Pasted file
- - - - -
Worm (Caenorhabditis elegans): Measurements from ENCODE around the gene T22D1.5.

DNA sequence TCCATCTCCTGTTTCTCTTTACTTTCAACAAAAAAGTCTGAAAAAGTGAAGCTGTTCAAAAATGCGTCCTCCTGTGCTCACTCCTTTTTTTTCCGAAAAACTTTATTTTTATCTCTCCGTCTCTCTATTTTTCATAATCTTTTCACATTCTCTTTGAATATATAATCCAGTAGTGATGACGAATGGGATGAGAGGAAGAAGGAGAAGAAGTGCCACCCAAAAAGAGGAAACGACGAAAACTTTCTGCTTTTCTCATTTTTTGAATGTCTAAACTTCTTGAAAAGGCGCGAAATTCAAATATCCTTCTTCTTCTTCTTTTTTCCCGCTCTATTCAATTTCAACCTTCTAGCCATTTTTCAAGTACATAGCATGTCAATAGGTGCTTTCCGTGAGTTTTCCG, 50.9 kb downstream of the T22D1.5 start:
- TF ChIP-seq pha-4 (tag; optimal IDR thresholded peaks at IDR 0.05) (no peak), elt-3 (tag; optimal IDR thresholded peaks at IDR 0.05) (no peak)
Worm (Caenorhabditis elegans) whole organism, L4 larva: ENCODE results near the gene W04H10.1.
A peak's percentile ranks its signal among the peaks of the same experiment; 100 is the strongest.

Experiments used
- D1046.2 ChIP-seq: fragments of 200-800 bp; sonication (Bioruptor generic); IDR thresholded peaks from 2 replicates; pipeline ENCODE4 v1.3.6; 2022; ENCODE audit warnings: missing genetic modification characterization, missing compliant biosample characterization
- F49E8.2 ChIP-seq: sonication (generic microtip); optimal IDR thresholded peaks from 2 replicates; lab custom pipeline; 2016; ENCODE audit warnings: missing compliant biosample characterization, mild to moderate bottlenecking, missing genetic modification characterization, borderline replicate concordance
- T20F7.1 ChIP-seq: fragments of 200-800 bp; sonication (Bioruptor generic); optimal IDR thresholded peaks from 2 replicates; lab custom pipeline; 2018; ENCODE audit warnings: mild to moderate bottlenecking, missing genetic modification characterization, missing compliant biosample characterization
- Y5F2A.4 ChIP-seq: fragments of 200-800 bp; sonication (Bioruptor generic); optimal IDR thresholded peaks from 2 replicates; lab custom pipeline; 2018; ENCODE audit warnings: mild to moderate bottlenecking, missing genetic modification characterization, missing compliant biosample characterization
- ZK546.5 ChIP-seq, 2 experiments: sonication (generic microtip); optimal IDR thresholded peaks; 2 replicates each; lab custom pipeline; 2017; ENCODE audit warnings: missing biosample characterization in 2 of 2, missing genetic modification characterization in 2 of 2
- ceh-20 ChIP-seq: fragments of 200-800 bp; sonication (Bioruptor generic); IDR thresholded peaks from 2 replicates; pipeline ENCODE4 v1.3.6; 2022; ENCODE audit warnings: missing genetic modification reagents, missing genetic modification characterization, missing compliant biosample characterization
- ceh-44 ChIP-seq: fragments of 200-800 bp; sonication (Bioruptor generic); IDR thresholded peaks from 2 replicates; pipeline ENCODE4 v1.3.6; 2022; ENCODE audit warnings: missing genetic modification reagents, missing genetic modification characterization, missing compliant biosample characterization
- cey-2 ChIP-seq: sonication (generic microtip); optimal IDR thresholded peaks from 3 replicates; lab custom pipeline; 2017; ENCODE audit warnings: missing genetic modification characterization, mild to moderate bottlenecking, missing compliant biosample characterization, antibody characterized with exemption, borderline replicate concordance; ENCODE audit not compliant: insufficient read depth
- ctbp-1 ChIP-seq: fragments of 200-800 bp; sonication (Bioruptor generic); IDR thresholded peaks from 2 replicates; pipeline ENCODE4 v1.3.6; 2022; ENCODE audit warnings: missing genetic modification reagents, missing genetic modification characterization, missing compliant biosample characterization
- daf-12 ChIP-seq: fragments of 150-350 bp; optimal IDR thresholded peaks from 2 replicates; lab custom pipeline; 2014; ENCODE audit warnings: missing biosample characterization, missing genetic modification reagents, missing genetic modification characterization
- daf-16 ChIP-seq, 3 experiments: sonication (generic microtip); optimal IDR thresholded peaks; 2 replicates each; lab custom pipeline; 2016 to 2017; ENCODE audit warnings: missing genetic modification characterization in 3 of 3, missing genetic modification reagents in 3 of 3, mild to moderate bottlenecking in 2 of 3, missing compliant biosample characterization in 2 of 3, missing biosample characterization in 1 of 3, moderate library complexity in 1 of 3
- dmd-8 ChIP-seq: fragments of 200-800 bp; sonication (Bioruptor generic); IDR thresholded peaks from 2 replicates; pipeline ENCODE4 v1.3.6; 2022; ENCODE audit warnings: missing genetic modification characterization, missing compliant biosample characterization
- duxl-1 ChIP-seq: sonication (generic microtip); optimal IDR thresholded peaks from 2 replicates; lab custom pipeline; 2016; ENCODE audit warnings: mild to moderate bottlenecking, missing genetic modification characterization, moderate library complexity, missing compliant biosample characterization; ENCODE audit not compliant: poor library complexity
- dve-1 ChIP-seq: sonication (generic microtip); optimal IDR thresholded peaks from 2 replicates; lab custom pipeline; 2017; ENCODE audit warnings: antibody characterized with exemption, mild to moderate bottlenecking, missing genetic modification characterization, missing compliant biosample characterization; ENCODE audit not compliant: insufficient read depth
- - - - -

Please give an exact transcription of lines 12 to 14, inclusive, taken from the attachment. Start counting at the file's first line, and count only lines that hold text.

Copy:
- ceh-20 ChIP-seq: fragments of 200-800 bp; sonication (Bioruptor generic); IDR thresholded peaks from 2 replicates; pipeline ENCODE4 v1.3.6; 2022; ENCODE audit warnings: missing genetic modification reagents, missing genetic modification characterization, missing compliant biosample characterization
- ceh-44 ChIP-seq: fragments of 200-800 bp; sonication (Bioruptor generic); IDR thresholded peaks from 2 replicates; pipeline ENCODE4 v1.3.6; 2022; ENCODE audit warnings: missing genetic modification reagents, missing genetic modification characterization, missing compliant biosample characterization
- cey-2 ChIP-seq: sonication (generic microtip); optimal IDR thresholded peaks from 3 replicates; lab custom pipeline; 2017; ENCODE audit warnings: missing genetic modification characterization, mild to moderate bottlenecking, missing compliant biosample characterization, antibody characterized with exemption, borderline replicate concordance; ENCODE audit not compliant: insufficient read depth